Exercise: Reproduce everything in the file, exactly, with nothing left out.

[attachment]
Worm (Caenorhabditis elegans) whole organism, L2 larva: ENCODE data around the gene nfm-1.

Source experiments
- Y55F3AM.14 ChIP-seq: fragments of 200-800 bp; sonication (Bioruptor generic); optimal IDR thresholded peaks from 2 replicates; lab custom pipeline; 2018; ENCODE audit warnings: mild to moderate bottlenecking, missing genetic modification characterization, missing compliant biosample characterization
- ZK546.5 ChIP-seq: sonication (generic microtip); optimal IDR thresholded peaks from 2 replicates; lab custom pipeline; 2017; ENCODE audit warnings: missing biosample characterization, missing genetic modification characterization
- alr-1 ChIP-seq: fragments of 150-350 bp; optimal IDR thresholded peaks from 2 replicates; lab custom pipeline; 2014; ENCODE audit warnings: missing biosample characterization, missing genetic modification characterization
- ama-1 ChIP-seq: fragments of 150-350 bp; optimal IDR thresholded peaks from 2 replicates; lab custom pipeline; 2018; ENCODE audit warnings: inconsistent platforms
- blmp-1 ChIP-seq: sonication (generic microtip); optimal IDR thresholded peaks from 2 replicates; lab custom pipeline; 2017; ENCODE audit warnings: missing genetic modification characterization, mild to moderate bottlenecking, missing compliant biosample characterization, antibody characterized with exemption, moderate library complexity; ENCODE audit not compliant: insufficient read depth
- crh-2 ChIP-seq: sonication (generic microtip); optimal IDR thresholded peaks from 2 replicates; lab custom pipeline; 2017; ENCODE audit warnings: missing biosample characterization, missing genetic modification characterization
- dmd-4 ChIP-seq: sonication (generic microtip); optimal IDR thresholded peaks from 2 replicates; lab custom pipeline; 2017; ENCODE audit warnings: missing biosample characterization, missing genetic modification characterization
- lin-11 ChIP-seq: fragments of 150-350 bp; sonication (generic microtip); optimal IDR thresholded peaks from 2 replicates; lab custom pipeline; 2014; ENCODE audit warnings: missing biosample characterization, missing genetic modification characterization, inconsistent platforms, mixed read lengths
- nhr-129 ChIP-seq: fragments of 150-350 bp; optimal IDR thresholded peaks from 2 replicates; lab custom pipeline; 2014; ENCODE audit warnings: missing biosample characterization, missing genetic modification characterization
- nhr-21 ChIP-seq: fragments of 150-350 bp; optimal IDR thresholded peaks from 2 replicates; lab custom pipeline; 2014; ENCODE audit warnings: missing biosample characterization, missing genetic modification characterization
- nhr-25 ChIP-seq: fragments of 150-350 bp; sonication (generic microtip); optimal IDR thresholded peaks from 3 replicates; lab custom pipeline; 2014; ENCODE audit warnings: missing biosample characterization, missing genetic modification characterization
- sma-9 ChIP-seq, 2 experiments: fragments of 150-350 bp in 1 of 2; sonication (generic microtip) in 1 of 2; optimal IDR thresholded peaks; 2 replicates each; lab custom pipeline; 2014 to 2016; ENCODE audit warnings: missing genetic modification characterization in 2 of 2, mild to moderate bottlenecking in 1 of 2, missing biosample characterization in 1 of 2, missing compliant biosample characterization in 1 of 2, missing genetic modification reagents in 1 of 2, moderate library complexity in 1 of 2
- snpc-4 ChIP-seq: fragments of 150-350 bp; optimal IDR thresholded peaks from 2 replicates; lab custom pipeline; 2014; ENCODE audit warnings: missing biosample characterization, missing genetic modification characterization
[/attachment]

Worm (Caenorhabditis elegans) whole organism, L2 larva: ENCODE data around the gene nfm-1.

Source experiments
- Y55F3AM.14 ChIP-seq: fragments of 200-800 bp; sonication (Bioruptor generic); optimal IDR thresholded peaks from 2 replicates; lab custom pipeline; 2018; ENCODE audit warnings: mild to moderate bottlenecking, missing genetic modification characterization, missing compliant biosample characterization
- ZK546.5 ChIP-seq: sonication (generic microtip); optimal IDR thresholded peaks from 2 replicates; lab custom pipeline; 2017; ENCODE audit warnings: missing biosample characterization, missing genetic modification characterization
- alr-1 ChIP-seq: fragments of 150-350 bp; optimal IDR thresholded peaks from 2 replicates; lab custom pipeline; 2014; ENCODE audit warnings: missing biosample characterization, missing genetic modification characterization
- ama-1 ChIP-seq: fragments of 150-350 bp; optimal IDR thresholded peaks from 2 replicates; lab custom pipeline; 2018; ENCODE audit warnings: inconsistent platforms
- blmp-1 ChIP-seq: sonication (generic microtip); optimal IDR thresholded peaks from 2 replicates; lab custom pipeline; 2017; ENCODE audit warnings: missing genetic modification characterization, mild to moderate bottlenecking, missing compliant biosample characterization, antibody characterized with exemption, moderate library complexity; ENCODE audit not compliant: insufficient read depth
- crh-2 ChIP-seq: sonication (generic microtip); optimal IDR thresholded peaks from 2 replicates; lab custom pipeline; 2017; ENCODE audit warnings: missing biosample characterization, missing genetic modification characterization
- dmd-4 ChIP-seq: sonication (generic microtip); optimal IDR thresholded peaks from 2 replicates; lab custom pipeline; 2017; ENCODE audit warnings: missing biosample characterization, missing genetic modification characterization
- lin-11 ChIP-seq: fragments of 150-350 bp; sonication (generic microtip); optimal IDR thresholded peaks from 2 replicates; lab custom pipeline; 2014; ENCODE audit warnings: missing biosample characterization, missing genetic modification characterization, inconsistent platforms, mixed read lengths
- nhr-129 ChIP-seq: fragments of 150-350 bp; optimal IDR thresholded peaks from 2 replicates; lab custom pipeline; 2014; ENCODE audit warnings: missing biosample characterization, missing genetic modification characterization
- nhr-21 ChIP-seq: fragments of 150-350 bp; optimal IDR thresholded peaks from 2 replicates; lab custom pipeline; 2014; ENCODE audit warnings: missing biosample characterization, missing genetic modification characterization
- nhr-25 ChIP-seq: fragments of 150-350 bp; sonication (generic microtip); optimal IDR thresholded peaks from 3 replicates; lab custom pipeline; 2014; ENCODE audit warnings: missing biosample characterization, missing genetic modification characterization
- sma-9 ChIP-seq, 2 experiments: fragments of 150-350 bp in 1 of 2; sonication (generic microtip) in 1 of 2; optimal IDR thresholded peaks; 2 replicates each; lab custom pipeline; 2014 to 2016; ENCODE audit warnings: missing genetic modification characterization in 2 of 2, mild to moderate bottlenecking in 1 of 2, missing biosample characterization in 1 of 2, missing compliant biosample characterization in 1 of 2, missing genetic modification reagents in 1 of 2, moderate library complexity in 1 of 2
- snpc-4 ChIP-seq: fragments of 150-350 bp; optimal IDR thresholded peaks from 2 replicates; lab custom pipeline; 2014; ENCODE audit warnings: missing biosample characterization, missing genetic modification characterization